Ranitidine is the active ingredient in Zantac and is at the heart of the reason why Zantac was removed from consumer markets. Major organizations, like the University of Utah Health, are reporting on the FDA’s decision to issue a voluntary recall for all ranitidine products. Ranitidine is an antacid and antihistamine that reduces the amount of stomach acid produced by the digestive system and fights inflammation.
Ranitidine was used to treat conditions related to stomach acid production. It adjusted the hormones that are responsible for triggering stomach acid production so that the amount of stomach acid being made is lowered. It treated conditions like:
- Acid reflux: Acid reflux is a condition where the muscle that seals the top of the stomach shut fails to keep stomach acid from entering the esophagus. Reducing the overall amount of stomach acid reduces the chance of this happening.
- Esophagitis: By reducing the amount of stomach acid, damage to the esophagus is less likely.
- Gastritis: Gastritis includes any condition that creates inflammation in the lining of the stomach.
- Stomach ulcers: Stomach ulcers are damaged or irritated tissue in the lining of the stomach. They can be painful until they heal.
There are many other conditions that can be treated with ranitidine that are not covered on this list. If you experience any of these conditions, seek medical attention as soon as possible. Preventive care and early intervention are effective ways to ensure that you minimize lasting effects of issues associated with stomach conditions.
History of Ranitidine
Ranitidine was created in the late 1970s and was used commercially for the first time several years later. Throughout its lifespan, ranitidine was promoted as a vital medication for many conditions.
In 2017, concerns over the findings of several research studies became public information, which triggered an FDA investigation. These studies found NDMA—a possible carcinogen for humans—in Zantac tablets from several manufacturers. The FDA tried to repeat the results of the study but struggled to get an exact duplication. However, it did find that NDMA could be found at elevated levels in the urine of people that had recently taken Zantac. When the concerns over the possible NDMA contamination become a major concern, the FDA recalled it.
In 2020, the FDA issued a voluntary recall for all ranitidine products, including Zantac. Although the recall was voluntary, most retailers complied and removed ranitidine medications from shelves and pharmacies. Even the manufacturers stopped production and sales. This made ranitidine products extremely difficult to come by in the U.S. market. Although it is not outright banned from sale in the U.S., the voluntary recall made it inaccessible to nearly everyone.
Cases are being built against the manufacturers of ranitidine products. Many of these cases assert that the manufacturers should have known that NDMA could be found in their products. Manufacturers have a responsibility to thoroughly study their products and prevent harm to consumers. Consumers who have developed any of the many potential side effects and medical conditions related to taking ranitidine may have a case against the manufacturers. These cases focus on recovering compensation for medical bills and other expenses.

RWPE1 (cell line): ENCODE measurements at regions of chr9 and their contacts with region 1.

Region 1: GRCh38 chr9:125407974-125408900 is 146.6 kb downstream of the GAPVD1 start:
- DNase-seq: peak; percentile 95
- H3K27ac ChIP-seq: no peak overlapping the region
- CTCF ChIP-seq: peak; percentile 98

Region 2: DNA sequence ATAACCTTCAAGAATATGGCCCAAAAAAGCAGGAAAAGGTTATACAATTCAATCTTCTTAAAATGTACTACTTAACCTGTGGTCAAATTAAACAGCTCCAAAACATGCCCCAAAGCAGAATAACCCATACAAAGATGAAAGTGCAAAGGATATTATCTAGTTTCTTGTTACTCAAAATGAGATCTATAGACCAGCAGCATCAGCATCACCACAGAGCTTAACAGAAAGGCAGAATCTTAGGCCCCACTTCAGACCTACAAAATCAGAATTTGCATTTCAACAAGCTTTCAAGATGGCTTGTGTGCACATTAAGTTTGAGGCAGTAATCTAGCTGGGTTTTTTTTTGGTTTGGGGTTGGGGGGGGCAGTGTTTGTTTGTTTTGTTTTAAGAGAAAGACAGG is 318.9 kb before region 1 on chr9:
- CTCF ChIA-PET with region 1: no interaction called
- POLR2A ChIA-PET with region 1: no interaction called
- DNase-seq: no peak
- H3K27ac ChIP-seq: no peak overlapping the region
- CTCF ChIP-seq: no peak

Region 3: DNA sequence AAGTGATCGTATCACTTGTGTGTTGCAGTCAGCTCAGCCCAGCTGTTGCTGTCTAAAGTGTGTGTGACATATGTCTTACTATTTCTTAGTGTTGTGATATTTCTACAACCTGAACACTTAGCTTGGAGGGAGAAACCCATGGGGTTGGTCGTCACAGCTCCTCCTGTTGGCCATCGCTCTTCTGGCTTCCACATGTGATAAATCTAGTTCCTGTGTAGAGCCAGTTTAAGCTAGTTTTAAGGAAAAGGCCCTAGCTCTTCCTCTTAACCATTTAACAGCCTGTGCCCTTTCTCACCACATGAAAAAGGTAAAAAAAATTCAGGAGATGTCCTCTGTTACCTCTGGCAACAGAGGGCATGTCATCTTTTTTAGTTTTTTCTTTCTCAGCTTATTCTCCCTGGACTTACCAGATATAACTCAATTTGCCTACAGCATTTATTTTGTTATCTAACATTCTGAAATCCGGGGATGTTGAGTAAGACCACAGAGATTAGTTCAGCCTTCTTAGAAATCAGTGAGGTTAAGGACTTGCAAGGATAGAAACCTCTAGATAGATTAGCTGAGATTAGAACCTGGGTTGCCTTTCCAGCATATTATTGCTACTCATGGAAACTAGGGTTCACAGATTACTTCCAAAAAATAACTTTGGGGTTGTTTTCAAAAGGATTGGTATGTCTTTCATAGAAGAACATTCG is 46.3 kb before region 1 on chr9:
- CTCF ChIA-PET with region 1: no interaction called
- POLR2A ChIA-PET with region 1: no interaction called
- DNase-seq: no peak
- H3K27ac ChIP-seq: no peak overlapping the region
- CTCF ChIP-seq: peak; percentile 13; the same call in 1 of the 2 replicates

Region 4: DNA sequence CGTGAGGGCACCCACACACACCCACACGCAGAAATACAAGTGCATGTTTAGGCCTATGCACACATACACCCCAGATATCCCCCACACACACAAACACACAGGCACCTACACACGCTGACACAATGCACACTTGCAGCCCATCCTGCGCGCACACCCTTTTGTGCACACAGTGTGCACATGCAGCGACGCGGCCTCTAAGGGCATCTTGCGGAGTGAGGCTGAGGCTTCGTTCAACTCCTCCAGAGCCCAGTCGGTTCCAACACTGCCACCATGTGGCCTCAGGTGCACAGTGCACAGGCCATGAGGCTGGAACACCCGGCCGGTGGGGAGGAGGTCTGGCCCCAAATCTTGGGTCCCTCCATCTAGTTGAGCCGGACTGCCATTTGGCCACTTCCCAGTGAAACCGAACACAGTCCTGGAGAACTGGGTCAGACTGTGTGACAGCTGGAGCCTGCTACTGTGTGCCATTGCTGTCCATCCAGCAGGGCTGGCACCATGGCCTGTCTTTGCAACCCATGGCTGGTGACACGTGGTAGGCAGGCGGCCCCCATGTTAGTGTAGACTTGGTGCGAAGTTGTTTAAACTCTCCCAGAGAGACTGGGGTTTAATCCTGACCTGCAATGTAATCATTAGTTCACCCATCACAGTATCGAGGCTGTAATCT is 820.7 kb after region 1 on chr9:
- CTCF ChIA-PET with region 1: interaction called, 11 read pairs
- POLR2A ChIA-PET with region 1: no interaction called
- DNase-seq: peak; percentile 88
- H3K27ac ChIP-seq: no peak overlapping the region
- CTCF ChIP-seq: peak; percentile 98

There are several alternatives to ranitidine on the market. Ranitidine is just one of several medications of the same class, and there are multiple classes of medications that can be used in similar ways. Some of the alternatives to ranitidine include:
There are other alternatives available that are not covered on this list. Tagamet and Pepcid are H2 histamine receptor antagonists, like ranitidine. The others are proton pump inhibitors (PPIs). When switching to any of these or other options, consult your doctor first. There is always a possibility of adverse effects when changing medications. Your doctor can monitor your condition and help prevent these adverse effects before they become serious.
Frequently Asked Questions About Ranitidine
One of the most frequently asked questions about ranitidine involves the development of cancer. Ranitidine naturally produces NDMA as it breaks down through digestion or over time. NDMA is a possible carcinogen, a chemical that can cause cancer. It has been linked to multiple types of cancer that form along the digestive system. Ranitidine itself does not cause cancer, but the fact that it creates NDMA means that it is linked to multiple types of cancer.
Contact a Lawyer to Discuss Your Case
If you or a loved one experienced a medical condition after taking ranitidine products like Zantac, you may want to consult a lawyer to see if you have a case. You may be able to seek compensation from the manufacturer for your medical and other expenses. Call Pintas & Mullins Law Firm at (800) 635-1144 to speak to our legal team.